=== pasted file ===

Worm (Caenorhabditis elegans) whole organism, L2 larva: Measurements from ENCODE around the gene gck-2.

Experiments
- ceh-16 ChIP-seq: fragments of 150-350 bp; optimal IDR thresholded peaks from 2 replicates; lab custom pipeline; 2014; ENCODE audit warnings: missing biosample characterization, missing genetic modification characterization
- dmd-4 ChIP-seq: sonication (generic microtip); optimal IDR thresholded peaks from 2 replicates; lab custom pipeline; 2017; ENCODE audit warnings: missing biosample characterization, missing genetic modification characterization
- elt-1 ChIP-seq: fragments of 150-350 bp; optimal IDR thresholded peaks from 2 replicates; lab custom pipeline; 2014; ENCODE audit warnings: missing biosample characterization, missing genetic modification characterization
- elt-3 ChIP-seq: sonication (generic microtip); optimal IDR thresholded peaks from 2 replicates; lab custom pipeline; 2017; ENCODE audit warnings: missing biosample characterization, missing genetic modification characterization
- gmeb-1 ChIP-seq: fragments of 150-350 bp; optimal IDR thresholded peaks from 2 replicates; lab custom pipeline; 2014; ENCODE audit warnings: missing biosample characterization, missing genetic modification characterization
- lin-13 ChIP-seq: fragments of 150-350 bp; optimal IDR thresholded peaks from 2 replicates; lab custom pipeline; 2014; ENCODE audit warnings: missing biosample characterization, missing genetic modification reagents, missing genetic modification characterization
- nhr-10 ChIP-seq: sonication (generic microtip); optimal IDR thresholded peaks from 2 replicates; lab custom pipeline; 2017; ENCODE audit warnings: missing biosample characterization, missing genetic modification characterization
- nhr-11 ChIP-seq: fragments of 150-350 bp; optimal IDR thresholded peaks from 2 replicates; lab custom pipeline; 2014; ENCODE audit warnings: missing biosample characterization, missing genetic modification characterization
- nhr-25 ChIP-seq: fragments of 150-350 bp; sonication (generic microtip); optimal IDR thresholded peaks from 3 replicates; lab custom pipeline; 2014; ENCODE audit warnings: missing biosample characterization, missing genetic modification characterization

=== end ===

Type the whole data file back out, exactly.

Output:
Worm (Caenorhabditis elegans) whole organism, L2 larva: Measurements from ENCODE around the gene gck-2.

Experiments
- ceh-16 ChIP-seq: fragments of 150-350 bp; optimal IDR thresholded peaks from 2 replicates; lab custom pipeline; 2014; ENCODE audit warnings: missing biosample characterization, missing genetic modification characterization
- dmd-4 ChIP-seq: sonication (generic microtip); optimal IDR thresholded peaks from 2 replicates; lab custom pipeline; 2017; ENCODE audit warnings: missing biosample characterization, missing genetic modification characterization
- elt-1 ChIP-seq: fragments of 150-350 bp; optimal IDR thresholded peaks from 2 replicates; lab custom pipeline; 2014; ENCODE audit warnings: missing biosample characterization, missing genetic modification characterization
- elt-3 ChIP-seq: sonication (generic microtip); optimal IDR thresholded peaks from 2 replicates; lab custom pipeline; 2017; ENCODE audit warnings: missing biosample characterization, missing genetic modification characterization
- gmeb-1 ChIP-seq: fragments of 150-350 bp; optimal IDR thresholded peaks from 2 replicates; lab custom pipeline; 2014; ENCODE audit warnings: missing biosample characterization, missing genetic modification characterization
- lin-13 ChIP-seq: fragments of 150-350 bp; optimal IDR thresholded peaks from 2 replicates; lab custom pipeline; 2014; ENCODE audit warnings: missing biosample characterization, missing genetic modification reagents, missing genetic modification characterization
- nhr-10 ChIP-seq: sonication (generic microtip); optimal IDR thresholded peaks from 2 replicates; lab custom pipeline; 2017; ENCODE audit warnings: missing biosample characterization, missing genetic modification characterization
- nhr-11 ChIP-seq: fragments of 150-350 bp; optimal IDR thresholded peaks from 2 replicates; lab custom pipeline; 2014; ENCODE audit warnings: missing biosample characterization, missing genetic modification characterization
- nhr-25 ChIP-seq: fragments of 150-350 bp; sonication (generic microtip); optimal IDR thresholded peaks from 3 replicates; lab custom pipeline; 2014; ENCODE audit warnings: missing biosample characterization, missing genetic modification characterization